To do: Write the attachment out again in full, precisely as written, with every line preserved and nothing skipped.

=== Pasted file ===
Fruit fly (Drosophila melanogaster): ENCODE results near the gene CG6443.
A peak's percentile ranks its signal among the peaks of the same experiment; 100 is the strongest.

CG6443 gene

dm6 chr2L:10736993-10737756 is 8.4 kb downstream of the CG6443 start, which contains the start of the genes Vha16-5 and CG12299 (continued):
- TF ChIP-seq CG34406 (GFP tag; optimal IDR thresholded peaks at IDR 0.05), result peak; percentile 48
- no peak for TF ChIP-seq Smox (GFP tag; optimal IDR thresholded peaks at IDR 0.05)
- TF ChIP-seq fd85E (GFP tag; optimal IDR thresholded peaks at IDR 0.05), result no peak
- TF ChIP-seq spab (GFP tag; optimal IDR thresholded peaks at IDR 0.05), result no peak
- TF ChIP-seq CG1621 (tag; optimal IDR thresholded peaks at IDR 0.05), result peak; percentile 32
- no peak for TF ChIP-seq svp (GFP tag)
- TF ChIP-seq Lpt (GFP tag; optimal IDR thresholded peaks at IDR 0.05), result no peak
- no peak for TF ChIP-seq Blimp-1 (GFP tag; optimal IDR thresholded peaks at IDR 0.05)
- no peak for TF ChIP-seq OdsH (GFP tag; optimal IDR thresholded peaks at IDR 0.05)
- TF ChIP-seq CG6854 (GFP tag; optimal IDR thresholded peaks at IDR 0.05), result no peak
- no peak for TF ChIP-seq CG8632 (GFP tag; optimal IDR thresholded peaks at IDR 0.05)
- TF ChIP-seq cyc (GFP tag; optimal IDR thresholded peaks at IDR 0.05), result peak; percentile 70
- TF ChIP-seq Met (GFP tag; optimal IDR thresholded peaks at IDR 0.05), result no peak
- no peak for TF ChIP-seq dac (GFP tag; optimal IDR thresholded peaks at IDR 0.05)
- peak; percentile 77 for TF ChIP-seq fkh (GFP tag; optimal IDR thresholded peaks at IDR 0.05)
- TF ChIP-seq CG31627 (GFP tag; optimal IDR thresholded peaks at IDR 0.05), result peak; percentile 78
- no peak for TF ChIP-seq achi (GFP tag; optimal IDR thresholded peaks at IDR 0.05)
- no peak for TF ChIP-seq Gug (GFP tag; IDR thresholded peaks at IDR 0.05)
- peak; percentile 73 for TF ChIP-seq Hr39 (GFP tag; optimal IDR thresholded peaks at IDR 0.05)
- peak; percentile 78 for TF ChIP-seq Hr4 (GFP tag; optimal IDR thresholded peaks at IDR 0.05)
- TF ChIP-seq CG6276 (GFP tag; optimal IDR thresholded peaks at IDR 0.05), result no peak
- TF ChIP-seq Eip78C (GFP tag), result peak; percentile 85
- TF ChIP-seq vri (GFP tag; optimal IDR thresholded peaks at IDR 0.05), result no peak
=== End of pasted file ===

Fruit fly (Drosophila melanogaster): ENCODE results near the gene CG6443.
A peak's percentile ranks its signal among the peaks of the same experiment; 100 is the strongest.

CG6443 gene

dm6 chr2L:10736993-10737756 is 8.4 kb downstream of the CG6443 start, which contains the start of the genes Vha16-5 and CG12299 (continued):
- TF ChIP-seq CG34406 (GFP tag; optimal IDR thresholded peaks at IDR 0.05), result peak; percentile 48
- no peak for TF ChIP-seq Smox (GFP tag; optimal IDR thresholded peaks at IDR 0.05)
- TF ChIP-seq fd85E (GFP tag; optimal IDR thresholded peaks at IDR 0.05), result no peak
- TF ChIP-seq spab (GFP tag; optimal IDR thresholded peaks at IDR 0.05), result no peak
- TF ChIP-seq CG1621 (tag; optimal IDR thresholded peaks at IDR 0.05), result peak; percentile 32
- no peak for TF ChIP-seq svp (GFP tag)
- TF ChIP-seq Lpt (GFP tag; optimal IDR thresholded peaks at IDR 0.05), result no peak
- no peak for TF ChIP-seq Blimp-1 (GFP tag; optimal IDR thresholded peaks at IDR 0.05)
- no peak for TF ChIP-seq OdsH (GFP tag; optimal IDR thresholded peaks at IDR 0.05)
- TF ChIP-seq CG6854 (GFP tag; optimal IDR thresholded peaks at IDR 0.05), result no peak
- no peak for TF ChIP-seq CG8632 (GFP tag; optimal IDR thresholded peaks at IDR 0.05)
- TF ChIP-seq cyc (GFP tag; optimal IDR thresholded peaks at IDR 0.05), result peak; percentile 70
- TF ChIP-seq Met (GFP tag; optimal IDR thresholded peaks at IDR 0.05), result no peak
- no peak for TF ChIP-seq dac (GFP tag; optimal IDR thresholded peaks at IDR 0.05)
- peak; percentile 77 for TF ChIP-seq fkh (GFP tag; optimal IDR thresholded peaks at IDR 0.05)
- TF ChIP-seq CG31627 (GFP tag; optimal IDR thresholded peaks at IDR 0.05), result peak; percentile 78
- no peak for TF ChIP-seq achi (GFP tag; optimal IDR thresholded peaks at IDR 0.05)
- no peak for TF ChIP-seq Gug (GFP tag; IDR thresholded peaks at IDR 0.05)
- peak; percentile 73 for TF ChIP-seq Hr39 (GFP tag; optimal IDR thresholded peaks at IDR 0.05)
- peak; percentile 78 for TF ChIP-seq Hr4 (GFP tag; optimal IDR thresholded peaks at IDR 0.05)
- TF ChIP-seq CG6276 (GFP tag; optimal IDR thresholded peaks at IDR 0.05), result no peak
- TF ChIP-seq Eip78C (GFP tag), result peak; percentile 85
- TF ChIP-seq vri (GFP tag; optimal IDR thresholded peaks at IDR 0.05), result no peak